Christmas in Tibet

29 12 2010


‘Don’t even think about trying to cross Tibet overland in December – all the roads will be closed.’ Gustav a seasoned overlander warned us. And he was far from alone. This is the advice we have been constantly given since we started out. This advice is both right and wrong. Trying to cycle would be almost impossible – it is simply too cold. Even if it were possible for us to cycle alone (which it is not) or if it were possible for us to travel with a cycle group (which it is – but too expensive for us) while the sun burns the wind rips a clean sub zero lash across the wide open plateau and straight through to crush our gasping lungs. Frozen waterfalls hang silent licks down the sides of mountains and across the arid ground. This would make a beautiful ride – a smooth empty road weaving silently through such a majestic landscape is irresistible. As the road rises to 5000+ meters the peaks of Everest and Cho Oyu stand only a few thousand meters up, their sharp noses crowning the horizon, pushing up into the clean crisp blue sky. An apocalyptic vision of Mad Max-ery zips past us; a dusty be-goggled biker swaddled in a patchwork of leather thigh coverings strapped over thick yak trousers, his torso buried deep beneath roles of multiple layered animal hide, his hands crushed within thick leather gloves; his rusty glinting bike trailing snakes of material off the ends of the handle bars, his engine seemingly tattooed with bright dancing dragons. As if his core were a giant magnet pulling all manner of wayward objects to itself, so his pillion rides high with a mishmash of unidentifiable objects – one at least being a spade, another a red sinewy sheep’s carcass. His broad weathered face turns to crack a toothless ‘tashi delay’ (hello) at us and he is gone.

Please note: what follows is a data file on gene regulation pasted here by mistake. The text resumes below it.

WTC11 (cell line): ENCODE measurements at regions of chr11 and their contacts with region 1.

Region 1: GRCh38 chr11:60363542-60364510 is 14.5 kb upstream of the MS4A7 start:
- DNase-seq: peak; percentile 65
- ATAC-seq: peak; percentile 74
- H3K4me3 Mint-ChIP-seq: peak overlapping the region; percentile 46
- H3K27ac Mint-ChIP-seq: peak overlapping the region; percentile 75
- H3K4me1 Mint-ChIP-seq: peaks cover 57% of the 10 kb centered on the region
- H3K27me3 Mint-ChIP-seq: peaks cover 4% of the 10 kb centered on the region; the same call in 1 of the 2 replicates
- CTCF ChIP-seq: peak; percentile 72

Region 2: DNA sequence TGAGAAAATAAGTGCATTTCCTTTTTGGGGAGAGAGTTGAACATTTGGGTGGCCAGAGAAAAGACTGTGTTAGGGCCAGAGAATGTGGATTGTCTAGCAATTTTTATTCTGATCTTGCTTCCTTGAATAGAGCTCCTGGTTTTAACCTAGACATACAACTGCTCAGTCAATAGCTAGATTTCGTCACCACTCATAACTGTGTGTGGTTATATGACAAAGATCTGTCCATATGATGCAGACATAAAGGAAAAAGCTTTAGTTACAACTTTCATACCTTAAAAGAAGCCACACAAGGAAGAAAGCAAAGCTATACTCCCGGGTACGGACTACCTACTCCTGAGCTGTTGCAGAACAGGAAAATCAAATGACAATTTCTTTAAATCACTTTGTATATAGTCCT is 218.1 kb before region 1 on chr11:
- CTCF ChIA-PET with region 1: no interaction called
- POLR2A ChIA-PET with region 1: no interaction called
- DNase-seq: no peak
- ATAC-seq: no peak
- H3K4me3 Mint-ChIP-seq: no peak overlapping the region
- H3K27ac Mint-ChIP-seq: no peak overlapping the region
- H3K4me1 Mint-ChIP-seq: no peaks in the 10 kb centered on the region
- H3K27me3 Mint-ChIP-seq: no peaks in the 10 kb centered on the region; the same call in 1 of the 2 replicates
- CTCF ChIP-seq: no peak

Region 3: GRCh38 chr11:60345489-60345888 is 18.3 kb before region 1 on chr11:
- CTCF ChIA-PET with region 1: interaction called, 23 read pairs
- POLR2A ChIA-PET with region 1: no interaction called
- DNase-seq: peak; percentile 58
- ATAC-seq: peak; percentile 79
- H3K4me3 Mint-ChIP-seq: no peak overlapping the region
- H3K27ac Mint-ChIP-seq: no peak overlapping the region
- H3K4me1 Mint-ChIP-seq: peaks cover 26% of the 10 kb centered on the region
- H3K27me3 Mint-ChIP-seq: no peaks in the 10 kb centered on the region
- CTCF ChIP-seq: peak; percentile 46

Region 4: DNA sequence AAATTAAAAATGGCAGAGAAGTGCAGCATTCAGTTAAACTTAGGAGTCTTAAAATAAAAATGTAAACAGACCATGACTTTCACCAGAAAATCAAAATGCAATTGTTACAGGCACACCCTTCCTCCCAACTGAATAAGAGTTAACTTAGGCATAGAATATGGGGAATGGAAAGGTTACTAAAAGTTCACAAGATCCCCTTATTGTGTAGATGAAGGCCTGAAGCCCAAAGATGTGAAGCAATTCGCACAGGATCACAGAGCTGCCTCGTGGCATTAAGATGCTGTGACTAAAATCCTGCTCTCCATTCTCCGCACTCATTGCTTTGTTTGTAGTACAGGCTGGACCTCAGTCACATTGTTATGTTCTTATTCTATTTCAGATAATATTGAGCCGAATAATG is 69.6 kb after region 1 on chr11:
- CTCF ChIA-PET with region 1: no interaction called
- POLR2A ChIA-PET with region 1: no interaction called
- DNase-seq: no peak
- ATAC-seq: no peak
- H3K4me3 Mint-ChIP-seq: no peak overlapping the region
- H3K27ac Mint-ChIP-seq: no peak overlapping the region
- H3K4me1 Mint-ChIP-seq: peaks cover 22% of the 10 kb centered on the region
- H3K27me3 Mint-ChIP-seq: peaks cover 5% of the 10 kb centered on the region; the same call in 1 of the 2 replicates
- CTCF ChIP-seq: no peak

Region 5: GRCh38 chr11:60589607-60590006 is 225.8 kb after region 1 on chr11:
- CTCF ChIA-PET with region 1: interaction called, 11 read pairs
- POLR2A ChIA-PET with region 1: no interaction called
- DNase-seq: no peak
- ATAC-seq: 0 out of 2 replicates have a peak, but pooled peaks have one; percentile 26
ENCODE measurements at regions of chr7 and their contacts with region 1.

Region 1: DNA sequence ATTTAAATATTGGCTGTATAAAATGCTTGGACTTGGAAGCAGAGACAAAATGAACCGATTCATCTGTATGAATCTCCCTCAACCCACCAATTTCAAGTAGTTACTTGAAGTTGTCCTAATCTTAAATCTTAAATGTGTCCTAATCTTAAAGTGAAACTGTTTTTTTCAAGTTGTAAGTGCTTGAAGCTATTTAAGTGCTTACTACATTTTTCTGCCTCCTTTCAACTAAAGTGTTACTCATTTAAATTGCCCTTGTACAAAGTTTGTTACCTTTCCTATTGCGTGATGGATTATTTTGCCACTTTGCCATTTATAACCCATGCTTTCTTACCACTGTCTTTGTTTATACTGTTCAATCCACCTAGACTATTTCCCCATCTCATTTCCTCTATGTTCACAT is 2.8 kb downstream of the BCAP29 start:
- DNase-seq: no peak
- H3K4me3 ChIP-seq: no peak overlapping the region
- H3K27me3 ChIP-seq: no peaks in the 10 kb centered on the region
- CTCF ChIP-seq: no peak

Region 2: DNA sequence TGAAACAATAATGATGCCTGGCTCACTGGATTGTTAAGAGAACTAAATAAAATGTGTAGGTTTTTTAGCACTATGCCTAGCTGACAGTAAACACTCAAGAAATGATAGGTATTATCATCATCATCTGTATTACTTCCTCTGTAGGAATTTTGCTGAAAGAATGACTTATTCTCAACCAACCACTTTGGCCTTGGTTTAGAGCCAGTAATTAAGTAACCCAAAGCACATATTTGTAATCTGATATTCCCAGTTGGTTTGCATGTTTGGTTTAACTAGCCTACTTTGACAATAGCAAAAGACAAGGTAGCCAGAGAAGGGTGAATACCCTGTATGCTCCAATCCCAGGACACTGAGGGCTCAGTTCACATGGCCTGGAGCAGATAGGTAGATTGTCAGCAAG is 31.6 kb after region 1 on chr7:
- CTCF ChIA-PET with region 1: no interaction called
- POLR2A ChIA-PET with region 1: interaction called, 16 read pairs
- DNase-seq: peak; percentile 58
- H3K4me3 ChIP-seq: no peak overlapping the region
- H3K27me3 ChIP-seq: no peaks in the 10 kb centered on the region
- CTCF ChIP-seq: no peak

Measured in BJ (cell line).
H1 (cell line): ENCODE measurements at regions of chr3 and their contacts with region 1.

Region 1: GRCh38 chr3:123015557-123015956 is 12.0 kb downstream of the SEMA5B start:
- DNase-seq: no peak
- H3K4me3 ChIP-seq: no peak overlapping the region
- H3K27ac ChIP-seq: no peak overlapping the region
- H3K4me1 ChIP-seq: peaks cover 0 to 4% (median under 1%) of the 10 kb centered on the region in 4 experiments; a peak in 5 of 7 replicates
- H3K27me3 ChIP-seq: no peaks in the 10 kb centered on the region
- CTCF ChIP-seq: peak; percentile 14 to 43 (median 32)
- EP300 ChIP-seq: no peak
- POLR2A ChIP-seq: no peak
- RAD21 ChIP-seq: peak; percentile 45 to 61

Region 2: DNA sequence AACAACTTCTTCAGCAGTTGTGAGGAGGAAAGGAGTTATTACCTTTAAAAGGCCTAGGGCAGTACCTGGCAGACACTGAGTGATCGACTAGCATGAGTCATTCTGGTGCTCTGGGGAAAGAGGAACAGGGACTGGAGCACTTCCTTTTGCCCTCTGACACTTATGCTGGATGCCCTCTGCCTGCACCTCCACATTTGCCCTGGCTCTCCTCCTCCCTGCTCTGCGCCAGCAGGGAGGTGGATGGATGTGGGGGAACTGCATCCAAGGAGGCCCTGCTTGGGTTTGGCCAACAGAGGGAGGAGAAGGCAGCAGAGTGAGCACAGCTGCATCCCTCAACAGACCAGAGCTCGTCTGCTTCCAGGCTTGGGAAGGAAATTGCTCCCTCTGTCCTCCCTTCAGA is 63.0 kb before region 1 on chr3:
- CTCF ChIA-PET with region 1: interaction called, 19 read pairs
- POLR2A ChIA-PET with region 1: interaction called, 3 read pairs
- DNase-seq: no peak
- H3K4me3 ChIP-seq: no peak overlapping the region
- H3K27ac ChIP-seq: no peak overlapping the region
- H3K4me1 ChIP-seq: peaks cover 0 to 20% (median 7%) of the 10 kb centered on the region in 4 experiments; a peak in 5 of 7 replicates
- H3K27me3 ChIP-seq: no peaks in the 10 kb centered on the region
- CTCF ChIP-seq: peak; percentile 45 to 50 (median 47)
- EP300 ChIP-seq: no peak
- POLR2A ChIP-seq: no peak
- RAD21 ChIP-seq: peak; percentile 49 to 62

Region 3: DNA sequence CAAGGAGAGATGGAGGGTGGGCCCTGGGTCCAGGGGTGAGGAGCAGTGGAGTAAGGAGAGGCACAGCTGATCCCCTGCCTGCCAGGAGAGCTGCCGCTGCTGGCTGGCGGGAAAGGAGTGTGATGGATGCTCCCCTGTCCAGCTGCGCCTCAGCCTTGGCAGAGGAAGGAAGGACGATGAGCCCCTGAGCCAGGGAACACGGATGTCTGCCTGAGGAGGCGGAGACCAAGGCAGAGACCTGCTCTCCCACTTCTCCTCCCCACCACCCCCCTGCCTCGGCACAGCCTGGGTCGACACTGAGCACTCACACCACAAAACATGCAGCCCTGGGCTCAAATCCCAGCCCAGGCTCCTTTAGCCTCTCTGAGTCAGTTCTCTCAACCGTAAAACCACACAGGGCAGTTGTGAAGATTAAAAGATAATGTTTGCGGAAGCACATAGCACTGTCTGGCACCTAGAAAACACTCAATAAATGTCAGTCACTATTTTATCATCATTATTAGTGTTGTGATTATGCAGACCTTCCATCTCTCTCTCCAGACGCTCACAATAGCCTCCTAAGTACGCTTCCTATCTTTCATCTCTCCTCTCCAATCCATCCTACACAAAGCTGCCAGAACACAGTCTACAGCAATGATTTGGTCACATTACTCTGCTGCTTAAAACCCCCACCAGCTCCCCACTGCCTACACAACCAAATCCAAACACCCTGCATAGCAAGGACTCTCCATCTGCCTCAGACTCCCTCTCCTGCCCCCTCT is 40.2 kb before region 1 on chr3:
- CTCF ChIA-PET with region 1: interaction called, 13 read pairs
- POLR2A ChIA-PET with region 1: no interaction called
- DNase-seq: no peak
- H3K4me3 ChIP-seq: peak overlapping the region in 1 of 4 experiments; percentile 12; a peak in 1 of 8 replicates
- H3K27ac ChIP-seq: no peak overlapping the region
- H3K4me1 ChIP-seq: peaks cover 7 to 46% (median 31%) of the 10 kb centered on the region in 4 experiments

Winter is a raw time to visit Tibet. The cold crushes in almost constantly – the concept of heating is confined to one communal dung-burning stove in one room in a building. It does not extend to us; it does not exist in either hotel or hostel. We live in our jackets and we sleep buried deep in our sleeping bags topped by whatever blanket option we can scavenge. The jagged air nipping at our pink noses as they poke bravely out from beneath the swaddled depths – pulling desperately at the thin air as we struggle to regulate our breathing. Both of us have been affected by the changing altitude; mostly in shortness of breath, a giddy tippysyness, and varying degrees of splitting headache. Catherine spent much of the second day holding down green sweating waves of nausea. But now it is day 3 and we are settled well at 4000m.



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